To examine differential associations of aspirin use with colorectal cancer risk by tumor molecular subtype, we used Cox proportional cause-specific hazards regression model with a duplication method for competing risks data. This method permits estimation of separate associations of a risk factor (ie, aspirin use) with each tumor subtype, and has been used to assess whether a risk factor has statistically different regression coefficients for different tumor subtypes.5,25
In incidence analysis of one subtype, incidence of the other tumor subtype or tumor of unknown subtype was treated as censored data. A test of heterogeneity was conducted using a likelihood ratio test that compared the model that allowed for different associations of aspirin use according to tumor subtype, with a model that assumed a common association. Trend tests across categories of aspirin dose, and duration of regular use, were performed by assigning median values for these categories and treating the variables as continuous terms in the model. All analyses were stratified by age (in months), sex (in the combined cohort analysis), and calendar year of the questionnaire cycle.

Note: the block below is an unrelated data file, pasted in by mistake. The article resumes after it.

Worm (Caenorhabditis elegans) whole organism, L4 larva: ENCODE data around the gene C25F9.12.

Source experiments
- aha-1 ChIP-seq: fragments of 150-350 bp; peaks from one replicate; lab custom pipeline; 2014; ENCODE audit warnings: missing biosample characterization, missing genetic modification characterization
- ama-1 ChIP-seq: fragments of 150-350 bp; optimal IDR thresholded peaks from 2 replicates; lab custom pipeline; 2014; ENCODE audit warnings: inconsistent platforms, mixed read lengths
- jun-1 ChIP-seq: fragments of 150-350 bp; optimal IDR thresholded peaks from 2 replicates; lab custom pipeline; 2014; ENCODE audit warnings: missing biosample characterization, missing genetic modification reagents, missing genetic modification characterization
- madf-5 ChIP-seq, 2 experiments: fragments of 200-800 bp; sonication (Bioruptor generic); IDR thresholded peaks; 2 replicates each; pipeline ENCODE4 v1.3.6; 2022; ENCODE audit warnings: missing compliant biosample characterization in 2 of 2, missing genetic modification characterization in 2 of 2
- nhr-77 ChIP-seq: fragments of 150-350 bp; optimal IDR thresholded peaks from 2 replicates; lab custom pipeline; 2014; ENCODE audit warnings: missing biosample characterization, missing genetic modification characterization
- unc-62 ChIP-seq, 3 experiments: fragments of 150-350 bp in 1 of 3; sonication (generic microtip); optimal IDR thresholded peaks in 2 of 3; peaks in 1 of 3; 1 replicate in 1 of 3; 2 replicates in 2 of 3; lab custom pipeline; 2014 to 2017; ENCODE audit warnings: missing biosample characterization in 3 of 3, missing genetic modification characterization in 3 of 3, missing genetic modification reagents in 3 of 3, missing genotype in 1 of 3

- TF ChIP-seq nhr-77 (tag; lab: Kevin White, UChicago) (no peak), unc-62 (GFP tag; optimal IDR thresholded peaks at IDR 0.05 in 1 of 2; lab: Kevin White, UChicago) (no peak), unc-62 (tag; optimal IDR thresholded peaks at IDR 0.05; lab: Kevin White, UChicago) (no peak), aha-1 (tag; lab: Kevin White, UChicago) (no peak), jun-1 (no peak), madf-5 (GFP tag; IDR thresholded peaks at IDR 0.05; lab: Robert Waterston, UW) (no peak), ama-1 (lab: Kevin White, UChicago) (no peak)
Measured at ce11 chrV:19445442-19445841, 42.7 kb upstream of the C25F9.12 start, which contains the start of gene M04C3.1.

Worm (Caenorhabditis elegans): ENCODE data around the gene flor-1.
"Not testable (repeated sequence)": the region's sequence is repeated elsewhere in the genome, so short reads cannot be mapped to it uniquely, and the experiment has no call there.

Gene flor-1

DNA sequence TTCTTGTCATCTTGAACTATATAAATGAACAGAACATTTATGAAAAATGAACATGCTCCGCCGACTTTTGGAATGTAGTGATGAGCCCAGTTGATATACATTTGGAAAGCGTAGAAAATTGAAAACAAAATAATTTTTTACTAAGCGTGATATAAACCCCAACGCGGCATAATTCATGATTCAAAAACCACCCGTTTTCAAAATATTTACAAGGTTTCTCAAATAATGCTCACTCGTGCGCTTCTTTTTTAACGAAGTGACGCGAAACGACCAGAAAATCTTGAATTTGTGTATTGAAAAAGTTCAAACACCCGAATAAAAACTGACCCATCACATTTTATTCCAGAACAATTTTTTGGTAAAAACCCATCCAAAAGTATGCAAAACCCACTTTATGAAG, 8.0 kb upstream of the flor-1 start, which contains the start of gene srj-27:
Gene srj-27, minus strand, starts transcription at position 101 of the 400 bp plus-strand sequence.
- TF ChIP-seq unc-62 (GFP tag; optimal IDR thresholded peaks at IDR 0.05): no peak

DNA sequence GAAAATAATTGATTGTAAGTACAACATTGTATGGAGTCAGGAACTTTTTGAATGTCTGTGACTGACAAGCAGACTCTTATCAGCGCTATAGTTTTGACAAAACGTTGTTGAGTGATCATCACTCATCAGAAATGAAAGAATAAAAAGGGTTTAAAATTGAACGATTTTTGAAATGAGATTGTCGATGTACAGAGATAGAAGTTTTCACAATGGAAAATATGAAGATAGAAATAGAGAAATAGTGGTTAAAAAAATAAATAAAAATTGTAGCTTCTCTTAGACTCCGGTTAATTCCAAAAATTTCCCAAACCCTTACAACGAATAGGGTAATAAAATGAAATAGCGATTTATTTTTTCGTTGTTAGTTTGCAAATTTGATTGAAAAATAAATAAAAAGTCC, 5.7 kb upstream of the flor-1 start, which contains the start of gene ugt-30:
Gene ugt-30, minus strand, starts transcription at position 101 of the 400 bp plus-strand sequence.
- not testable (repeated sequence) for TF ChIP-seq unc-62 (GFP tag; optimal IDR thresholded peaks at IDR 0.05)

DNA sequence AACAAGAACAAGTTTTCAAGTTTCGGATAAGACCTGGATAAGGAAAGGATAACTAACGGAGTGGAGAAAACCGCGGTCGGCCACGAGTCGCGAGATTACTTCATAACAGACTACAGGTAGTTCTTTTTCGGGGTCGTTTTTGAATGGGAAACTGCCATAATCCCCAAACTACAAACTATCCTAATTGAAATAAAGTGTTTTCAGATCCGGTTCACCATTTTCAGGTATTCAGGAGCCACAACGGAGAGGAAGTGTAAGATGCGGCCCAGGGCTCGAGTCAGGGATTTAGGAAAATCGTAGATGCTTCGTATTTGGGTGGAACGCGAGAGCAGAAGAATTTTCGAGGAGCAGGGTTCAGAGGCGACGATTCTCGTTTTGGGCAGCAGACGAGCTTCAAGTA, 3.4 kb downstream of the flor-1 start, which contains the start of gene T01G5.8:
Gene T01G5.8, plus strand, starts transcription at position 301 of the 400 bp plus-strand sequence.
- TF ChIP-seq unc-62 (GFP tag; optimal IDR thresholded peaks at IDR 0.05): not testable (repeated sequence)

Multivariable HRs were further adjusted for body mass index, family history of colorectal cancer in any first-degree relative, smoking status, lower endoscopy status, postmenopausal hormone use (for women only), history of diabetes, history of cardiovascular disease, physical activity, red meat intake, alcohol consumption, total caloric intake, folate intake, calcium intake, and current multivitamin use. Because information on other relevant medications (cholesterol-lowering drugs, antihypertensive drugs, and nonsteroidal anti-inflammatory drugs) was comprehensively collected beginning in 1990 onward in the NHS, we conducted a sensitivity analysis using data from 1990 for the NHS, and from 1986 for the HPFS to include these factors in our multivariable model. We used the most updated available information for all variables prior to each 2-year follow-up period, and modeled all variables as time-varying variables to take into account potential changes over follow-up time. If participants missed aspirin or other covariates information in biennial questionnaires, we used most recent available information from the past questionnaires.